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March 25, 2005

Saber Gets Cold Shoulder From Underwriters

Some underwriters of utility-fee securitizations are vowing not to pursue underwriting assignments in states advised by Saber Partners, claiming that the unusual fee structure used for those deals is too burdensome.

Citigroup, Morgan Stanley and Wachovia are among the banks that refuse to work with Saber, a New York boutique that represents public utility commissions in states where power companies securitize special fees tacked onto customers’ electricity bills.

The friction results from a performance-based compensation system that Saber’s utility-commission clients employ for underwriters. Rather than going with a typical arrangement in which a manager is assigned a pool of bonds ahead of time and then collects a proportional amount of fees, Saber rewards banks for achieving the lowest possible pricing and bringing in non-traditional investors. The idea is to ensure that issuers, and therefore the consumers whose payments back the bonds, get the lowest possible funding costs – and it has certainly worked in the past.

But some underwriters see the arrangement as a raw deal, especially for the bookrunners. Banks acting as bookrunners typically pocket the lion’s share of the underwriting fees from their offerings, no matter how well they execute the issues. Saber, on the other hand, only guarantees bookrunners 10-20% of those charges and leaves the rest up for grabs for the entire underwriting syndicate.

While that gives co-managers the opportunity to become big earners, it might not compensate bookrunners fairly for their structuring work, the complaint goes. What’s more, the hassle of expanding marketing efforts into the corporatebond and foreign markets may not justify the potential rewards – especially when banks can lock in near-guaranteed fees by dedicating staff to other types of deals.

“We pass on the opportunity to work on further deals with Saber,” one banker said. The way Saber chief executive Joe Fichera deals with bankers and his price-management methods “drain the time of the syndicate and do not justify our involvement,” the banker added.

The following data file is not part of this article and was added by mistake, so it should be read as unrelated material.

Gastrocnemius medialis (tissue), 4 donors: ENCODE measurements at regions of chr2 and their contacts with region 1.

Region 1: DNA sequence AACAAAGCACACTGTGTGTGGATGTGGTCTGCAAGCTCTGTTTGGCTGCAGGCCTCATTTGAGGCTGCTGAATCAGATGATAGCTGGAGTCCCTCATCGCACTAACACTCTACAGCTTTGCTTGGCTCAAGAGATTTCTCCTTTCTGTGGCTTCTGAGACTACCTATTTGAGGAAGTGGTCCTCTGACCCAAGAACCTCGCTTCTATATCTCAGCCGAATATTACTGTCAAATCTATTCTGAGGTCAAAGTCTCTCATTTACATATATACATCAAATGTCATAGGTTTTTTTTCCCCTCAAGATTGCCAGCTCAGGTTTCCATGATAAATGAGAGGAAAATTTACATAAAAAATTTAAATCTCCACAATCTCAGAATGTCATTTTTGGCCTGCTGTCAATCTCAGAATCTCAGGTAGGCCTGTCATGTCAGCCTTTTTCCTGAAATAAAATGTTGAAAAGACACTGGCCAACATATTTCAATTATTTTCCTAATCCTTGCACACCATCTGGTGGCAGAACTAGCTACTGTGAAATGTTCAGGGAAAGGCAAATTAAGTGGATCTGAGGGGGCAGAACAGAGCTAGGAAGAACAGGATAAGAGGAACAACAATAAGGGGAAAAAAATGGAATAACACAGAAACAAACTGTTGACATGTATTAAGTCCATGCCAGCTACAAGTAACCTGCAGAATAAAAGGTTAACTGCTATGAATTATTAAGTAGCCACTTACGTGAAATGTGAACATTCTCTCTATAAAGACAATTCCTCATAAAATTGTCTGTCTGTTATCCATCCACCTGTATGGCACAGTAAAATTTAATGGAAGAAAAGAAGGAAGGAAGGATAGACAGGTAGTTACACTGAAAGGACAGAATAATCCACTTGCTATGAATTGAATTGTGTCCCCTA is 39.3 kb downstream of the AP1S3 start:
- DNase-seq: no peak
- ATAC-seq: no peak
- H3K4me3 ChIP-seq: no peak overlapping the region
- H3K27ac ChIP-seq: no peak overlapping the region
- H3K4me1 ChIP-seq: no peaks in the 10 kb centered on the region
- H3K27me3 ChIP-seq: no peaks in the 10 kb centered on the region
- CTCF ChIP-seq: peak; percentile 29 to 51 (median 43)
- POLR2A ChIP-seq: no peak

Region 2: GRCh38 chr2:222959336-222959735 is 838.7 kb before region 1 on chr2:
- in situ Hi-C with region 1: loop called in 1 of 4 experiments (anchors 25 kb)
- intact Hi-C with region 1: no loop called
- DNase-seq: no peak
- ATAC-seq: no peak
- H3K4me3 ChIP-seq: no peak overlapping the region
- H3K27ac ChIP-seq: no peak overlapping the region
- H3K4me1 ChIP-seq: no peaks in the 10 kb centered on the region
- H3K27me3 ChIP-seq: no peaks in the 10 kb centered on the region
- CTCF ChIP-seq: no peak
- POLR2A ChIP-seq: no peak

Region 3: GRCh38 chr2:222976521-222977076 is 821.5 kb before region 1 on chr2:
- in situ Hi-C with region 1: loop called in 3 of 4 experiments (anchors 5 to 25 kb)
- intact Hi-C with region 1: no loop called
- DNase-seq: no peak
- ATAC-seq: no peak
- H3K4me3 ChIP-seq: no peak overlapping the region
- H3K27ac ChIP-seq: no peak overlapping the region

On average, a $1 billion utility-fee securitization generates about $5 million of underwriting commissions.

Certain banks are also concerned about a recent move by Saber to install “certification of costs” provisions in securitization orders from the utility commissions. The provisions force underwriters to promise the lowest funding costs consistent with market conditions – a requirement that they fear is too subjective and could expose them to lawsuits.

Saber insisted on a certification of costs for a $125 million issue from Public Service Enterprise Group in New Jersey and a $500 million offering from Wisconsin Electric Power, both of which are slated to hit the market this year. The provision will also be included in a $2 billion issue from Centerpoint Energy, although it’s unclear if Saber is involved.

Citi isn’t interested in competing for the Wisconsin Electric mandate unless the clause is removed. The bank was apparently successful in extracting a similar provision last week from a pending law in Florida that would authorize Florida Power & Light and Progress Energy to issue assetbacked bonds. Citi is advising both companies.

As for Morgan Stanley and Wachovia, Fichera contends the banks are sore because they didn’t bring in enough investors for past deals in Texas – where Saber advised the Public Utility Commission of Texas – and therefore received reduced fees. Wachovia, for example, was a co-bookrunner on one deal, but only took home 27% of the fees. “The problem is the banks want to be paid guaranteed fees whether or not they have worked hard,” he said.

Fichera also maintains that Morgan Stanley is bitter because the Public Utility Commission of Texas elevated Lehman Brothers to a co-bookrunner role on another transaction, after Morgan Stanley structured the issue under its original designation as sole bookrunner. The commission apparently made the move because Lehman was more successful in its marketing efforts.

Saber still has plenty of banks vying to underwrite the New Jersey and Wisconsin deals. Barclays Capital, Goldman Sachs, RBS Greenwich Capital and Lehman, for example, are among the banks competing for the Wisconsin Electric assignment. Credit Suisse just won the PSEG mandate.

Goldman raked in 65% of the fees from one of the Texas issues.

Fichera’s claim that his arrangements work in the best interests of clients appears well founded. The four deals he helped arrange in Texas priced tighter than any previous utility-fee securitizations – sometimes tighter than top-tier credit-card securities.

Steven G. Kihm, an economist at the Public Service Commission of Wisconsin, said in a December report that the pricing of the Texas transactions indicates that Saber’s requirements will likely save ratepayers $750,000 to $1 million per year over the 10-year life of Wisconsin Electric’s issue.

Asset-Backed Alert (ISSN: 1520-3700), Copyright 2005, is published weekly by Harrison Scott Publications Inc.


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